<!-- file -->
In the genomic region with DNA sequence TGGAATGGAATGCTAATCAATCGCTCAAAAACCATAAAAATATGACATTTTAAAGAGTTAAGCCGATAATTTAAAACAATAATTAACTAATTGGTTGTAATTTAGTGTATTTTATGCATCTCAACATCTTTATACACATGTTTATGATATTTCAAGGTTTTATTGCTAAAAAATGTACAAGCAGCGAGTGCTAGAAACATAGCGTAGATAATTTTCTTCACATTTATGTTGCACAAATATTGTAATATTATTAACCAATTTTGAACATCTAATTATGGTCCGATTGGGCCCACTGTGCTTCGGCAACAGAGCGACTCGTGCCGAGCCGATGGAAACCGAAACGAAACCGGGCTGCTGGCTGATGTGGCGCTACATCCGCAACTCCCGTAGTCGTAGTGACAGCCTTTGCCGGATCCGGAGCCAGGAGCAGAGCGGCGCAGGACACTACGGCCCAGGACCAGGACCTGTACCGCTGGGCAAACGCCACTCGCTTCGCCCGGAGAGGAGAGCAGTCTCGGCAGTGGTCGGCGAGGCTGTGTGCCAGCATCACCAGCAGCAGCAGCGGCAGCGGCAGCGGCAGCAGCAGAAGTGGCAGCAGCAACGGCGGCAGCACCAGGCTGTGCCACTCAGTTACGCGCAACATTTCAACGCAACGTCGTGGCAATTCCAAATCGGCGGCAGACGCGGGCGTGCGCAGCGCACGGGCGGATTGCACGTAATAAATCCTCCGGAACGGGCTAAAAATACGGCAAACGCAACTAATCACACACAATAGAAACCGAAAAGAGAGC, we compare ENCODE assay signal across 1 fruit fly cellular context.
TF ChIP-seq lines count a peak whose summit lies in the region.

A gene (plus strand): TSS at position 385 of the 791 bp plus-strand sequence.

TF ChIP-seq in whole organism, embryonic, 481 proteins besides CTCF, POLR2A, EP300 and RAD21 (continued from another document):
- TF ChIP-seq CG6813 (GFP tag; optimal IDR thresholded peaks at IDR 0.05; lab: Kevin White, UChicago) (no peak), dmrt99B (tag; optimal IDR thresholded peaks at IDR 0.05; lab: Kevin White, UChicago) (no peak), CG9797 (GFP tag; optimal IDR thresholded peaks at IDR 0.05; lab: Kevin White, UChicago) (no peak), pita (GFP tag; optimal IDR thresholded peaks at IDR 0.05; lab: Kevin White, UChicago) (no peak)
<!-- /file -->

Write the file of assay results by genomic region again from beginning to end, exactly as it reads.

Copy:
In the genomic region with DNA sequence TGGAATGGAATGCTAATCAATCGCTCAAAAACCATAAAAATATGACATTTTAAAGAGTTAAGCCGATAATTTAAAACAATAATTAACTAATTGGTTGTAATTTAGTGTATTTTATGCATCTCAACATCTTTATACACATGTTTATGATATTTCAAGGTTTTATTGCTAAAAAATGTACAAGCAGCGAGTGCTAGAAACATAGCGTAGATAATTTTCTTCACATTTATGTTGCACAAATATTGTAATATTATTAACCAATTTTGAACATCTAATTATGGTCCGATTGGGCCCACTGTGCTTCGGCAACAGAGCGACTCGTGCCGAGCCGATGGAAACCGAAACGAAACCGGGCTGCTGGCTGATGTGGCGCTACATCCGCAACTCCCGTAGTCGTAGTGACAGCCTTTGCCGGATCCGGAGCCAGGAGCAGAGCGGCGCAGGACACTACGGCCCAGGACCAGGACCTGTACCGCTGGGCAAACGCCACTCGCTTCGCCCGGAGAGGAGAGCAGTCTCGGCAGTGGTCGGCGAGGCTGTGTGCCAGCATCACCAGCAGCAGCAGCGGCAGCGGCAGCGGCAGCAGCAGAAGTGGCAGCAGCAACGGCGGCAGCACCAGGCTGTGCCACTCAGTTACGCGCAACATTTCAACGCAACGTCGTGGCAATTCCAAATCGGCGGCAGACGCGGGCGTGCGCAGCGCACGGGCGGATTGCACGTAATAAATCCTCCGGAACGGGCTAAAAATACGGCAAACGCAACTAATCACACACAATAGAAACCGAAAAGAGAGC, we compare ENCODE assay signal across 1 fruit fly cellular context.
TF ChIP-seq lines count a peak whose summit lies in the region.

A gene (plus strand): TSS at position 385 of the 791 bp plus-strand sequence.

TF ChIP-seq in whole organism, embryonic, 481 proteins besides CTCF, POLR2A, EP300 and RAD21 (continued from another document):
- TF ChIP-seq CG6813 (GFP tag; optimal IDR thresholded peaks at IDR 0.05; lab: Kevin White, UChicago) (no peak), dmrt99B (tag; optimal IDR thresholded peaks at IDR 0.05; lab: Kevin White, UChicago) (no peak), CG9797 (GFP tag; optimal IDR thresholded peaks at IDR 0.05; lab: Kevin White, UChicago) (no peak), pita (GFP tag; optimal IDR thresholded peaks at IDR 0.05; lab: Kevin White, UChicago) (no peak)